Cardiovascular Essay

665 WordsSep 2, 20133 Pages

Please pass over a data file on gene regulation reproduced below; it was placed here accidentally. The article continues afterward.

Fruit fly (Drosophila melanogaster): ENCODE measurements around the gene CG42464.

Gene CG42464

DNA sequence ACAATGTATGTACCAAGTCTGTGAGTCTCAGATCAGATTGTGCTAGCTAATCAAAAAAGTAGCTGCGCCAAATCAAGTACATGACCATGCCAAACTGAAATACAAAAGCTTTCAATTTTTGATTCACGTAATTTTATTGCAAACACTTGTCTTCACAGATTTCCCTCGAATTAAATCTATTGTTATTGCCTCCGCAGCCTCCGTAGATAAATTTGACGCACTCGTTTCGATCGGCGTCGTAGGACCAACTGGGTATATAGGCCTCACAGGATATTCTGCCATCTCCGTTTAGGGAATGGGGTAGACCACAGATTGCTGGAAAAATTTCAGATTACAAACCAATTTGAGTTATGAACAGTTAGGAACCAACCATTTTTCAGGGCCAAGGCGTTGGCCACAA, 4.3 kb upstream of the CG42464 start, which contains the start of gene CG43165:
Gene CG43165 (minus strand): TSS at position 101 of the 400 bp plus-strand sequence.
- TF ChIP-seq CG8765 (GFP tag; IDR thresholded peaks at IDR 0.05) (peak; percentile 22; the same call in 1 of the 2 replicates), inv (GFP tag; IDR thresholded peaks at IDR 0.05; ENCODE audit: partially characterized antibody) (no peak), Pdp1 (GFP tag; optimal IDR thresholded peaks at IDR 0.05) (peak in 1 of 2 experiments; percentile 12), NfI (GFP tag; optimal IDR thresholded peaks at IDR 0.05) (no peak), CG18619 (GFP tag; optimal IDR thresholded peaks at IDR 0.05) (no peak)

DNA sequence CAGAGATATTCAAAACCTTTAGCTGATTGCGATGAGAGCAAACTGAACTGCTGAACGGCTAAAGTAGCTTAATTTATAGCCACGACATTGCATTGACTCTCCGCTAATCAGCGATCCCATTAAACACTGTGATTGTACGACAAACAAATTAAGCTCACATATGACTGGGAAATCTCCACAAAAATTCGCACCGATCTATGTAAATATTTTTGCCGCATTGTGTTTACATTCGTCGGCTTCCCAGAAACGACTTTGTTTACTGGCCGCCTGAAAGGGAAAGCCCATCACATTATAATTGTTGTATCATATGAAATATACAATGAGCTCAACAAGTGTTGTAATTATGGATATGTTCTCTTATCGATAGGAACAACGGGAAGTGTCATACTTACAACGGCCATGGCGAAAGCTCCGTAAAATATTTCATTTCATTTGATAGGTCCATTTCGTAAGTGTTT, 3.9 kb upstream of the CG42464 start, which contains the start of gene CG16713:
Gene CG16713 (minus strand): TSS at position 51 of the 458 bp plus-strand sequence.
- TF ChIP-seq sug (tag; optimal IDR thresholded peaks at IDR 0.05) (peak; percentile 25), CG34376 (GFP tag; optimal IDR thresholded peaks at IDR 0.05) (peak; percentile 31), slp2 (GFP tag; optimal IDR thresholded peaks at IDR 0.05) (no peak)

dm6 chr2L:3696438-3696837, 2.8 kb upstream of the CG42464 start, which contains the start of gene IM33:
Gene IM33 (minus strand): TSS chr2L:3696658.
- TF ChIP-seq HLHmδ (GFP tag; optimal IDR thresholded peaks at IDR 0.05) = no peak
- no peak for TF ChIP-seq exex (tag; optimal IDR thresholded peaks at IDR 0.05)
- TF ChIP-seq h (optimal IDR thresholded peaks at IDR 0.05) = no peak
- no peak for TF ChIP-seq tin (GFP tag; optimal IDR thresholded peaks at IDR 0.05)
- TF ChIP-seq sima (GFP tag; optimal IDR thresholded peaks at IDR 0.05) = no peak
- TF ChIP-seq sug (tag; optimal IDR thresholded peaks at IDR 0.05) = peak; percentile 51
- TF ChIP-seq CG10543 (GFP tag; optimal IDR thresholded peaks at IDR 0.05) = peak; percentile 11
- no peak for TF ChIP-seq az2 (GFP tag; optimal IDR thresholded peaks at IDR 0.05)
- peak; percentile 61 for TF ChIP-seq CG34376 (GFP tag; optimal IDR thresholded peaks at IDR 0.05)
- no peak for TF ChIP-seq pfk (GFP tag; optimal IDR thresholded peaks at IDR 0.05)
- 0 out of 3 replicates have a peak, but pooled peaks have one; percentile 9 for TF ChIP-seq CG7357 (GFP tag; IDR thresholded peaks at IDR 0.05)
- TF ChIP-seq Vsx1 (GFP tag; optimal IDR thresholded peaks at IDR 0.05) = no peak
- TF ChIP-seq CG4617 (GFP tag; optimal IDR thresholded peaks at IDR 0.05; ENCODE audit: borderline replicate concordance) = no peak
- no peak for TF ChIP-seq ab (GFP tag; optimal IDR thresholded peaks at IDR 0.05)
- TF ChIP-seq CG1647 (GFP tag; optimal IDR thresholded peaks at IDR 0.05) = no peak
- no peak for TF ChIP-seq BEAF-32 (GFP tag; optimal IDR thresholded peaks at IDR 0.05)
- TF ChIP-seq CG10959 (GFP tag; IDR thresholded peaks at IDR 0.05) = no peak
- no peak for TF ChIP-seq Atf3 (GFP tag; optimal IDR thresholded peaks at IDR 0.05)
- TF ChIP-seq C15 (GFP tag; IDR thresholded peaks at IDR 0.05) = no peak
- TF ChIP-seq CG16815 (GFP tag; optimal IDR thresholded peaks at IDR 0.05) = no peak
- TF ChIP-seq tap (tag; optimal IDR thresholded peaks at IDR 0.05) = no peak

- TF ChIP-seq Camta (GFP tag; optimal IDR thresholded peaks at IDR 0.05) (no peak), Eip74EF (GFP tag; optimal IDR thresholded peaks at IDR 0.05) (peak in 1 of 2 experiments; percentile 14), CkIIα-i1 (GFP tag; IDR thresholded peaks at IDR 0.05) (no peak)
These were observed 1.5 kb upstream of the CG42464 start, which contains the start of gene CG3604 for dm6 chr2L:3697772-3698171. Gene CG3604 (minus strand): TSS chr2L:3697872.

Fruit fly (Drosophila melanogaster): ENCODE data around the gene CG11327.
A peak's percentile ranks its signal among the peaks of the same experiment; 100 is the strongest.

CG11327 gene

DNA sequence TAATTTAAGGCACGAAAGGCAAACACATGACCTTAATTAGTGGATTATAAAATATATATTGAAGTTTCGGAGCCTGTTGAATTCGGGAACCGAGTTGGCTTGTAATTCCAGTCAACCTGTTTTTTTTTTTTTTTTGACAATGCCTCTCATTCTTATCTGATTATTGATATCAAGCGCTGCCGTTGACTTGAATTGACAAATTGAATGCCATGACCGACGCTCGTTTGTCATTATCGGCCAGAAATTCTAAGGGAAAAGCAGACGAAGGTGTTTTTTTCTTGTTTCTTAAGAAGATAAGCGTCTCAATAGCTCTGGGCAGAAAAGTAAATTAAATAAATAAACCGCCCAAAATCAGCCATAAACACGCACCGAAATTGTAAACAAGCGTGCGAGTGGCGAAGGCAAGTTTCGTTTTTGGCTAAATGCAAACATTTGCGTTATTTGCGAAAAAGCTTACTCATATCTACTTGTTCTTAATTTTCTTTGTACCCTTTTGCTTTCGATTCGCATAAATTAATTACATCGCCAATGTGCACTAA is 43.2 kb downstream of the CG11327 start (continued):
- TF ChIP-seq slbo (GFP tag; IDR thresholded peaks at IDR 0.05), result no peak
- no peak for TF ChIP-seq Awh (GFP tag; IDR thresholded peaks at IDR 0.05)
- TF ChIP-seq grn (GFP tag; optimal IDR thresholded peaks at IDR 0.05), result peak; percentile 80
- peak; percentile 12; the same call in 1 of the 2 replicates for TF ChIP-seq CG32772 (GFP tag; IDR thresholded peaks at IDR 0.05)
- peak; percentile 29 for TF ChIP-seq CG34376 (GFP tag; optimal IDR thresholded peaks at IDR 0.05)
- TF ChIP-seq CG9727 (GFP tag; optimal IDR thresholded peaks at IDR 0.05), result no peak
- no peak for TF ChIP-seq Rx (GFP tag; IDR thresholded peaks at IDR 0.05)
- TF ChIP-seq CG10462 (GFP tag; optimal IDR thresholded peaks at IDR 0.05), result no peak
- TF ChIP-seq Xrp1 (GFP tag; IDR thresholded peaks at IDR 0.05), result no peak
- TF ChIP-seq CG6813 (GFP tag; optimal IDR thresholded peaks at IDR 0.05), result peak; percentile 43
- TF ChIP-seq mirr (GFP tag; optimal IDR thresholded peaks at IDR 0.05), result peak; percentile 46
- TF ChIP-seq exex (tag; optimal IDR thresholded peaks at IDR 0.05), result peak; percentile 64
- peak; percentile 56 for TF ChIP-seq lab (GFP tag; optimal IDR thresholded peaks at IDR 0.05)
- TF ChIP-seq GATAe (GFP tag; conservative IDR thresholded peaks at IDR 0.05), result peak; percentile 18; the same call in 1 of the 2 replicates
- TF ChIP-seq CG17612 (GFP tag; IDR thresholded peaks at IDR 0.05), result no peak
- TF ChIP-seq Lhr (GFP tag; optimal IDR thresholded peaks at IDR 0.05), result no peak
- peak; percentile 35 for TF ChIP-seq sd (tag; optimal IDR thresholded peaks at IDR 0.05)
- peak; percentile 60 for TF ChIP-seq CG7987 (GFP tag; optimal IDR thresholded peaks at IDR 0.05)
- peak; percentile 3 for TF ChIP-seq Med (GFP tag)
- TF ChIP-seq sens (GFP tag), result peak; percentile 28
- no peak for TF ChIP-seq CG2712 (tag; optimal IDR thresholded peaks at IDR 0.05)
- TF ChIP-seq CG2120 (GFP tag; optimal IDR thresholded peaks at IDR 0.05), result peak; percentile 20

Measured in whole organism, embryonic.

Although this disease is 95 percent preventable, developing countries face great economic challenges associated with the epidemic. For example, in South Africa, roughly 25 percent of the country’s gross national income of South African healthcare expenditures, were devoted to the direct treatment of CVD (Gaziano, 2005). In 2004, there were some indication of possible future expenditure in the United States, an estimated $368 billion in relation to direct and indirect costs of CVD. It was also reported that an estimated $26 billion was spent for the care of congestive heart failure patients. In some developed countries, studies suggested that obesity-related diseases are responsible for two to eight percent of all healthcare expenditures. Unlike other countries, the United Kingdom (UK), government focused on a different approach of CVD. The National Health Service,(NHS), checks, detect, and treat people at a higher risk are under pinned by policies benefiting the entire population; such as smoke free legislation and the progressive reduction in the salt content of processed food (BMJ, 2011). In 2004, it was reported, if a fully engaged population- wide prevention strategy can save £36bn ($48 billion US) a year. The Trust for American’s Health calculated a six for one return on investment for population- wide approaches to prevention in the United States (BMJ, 2011). Many studies have suggested that tobacco control programs and dietary salt reduction policies seem to be very cost effective. Cost-effectiveness ratios differ from region to region on the basis of input prices. There is no legal standard for what is cost-effective in the United States, it is stated that it can be ranged between $50, 000 to $100, 000 per quality-adjusted life-year, (QALY), this has become an accepted benchmark for policy makers and insurance agencies (Gaziano, 2005). In the UK, the

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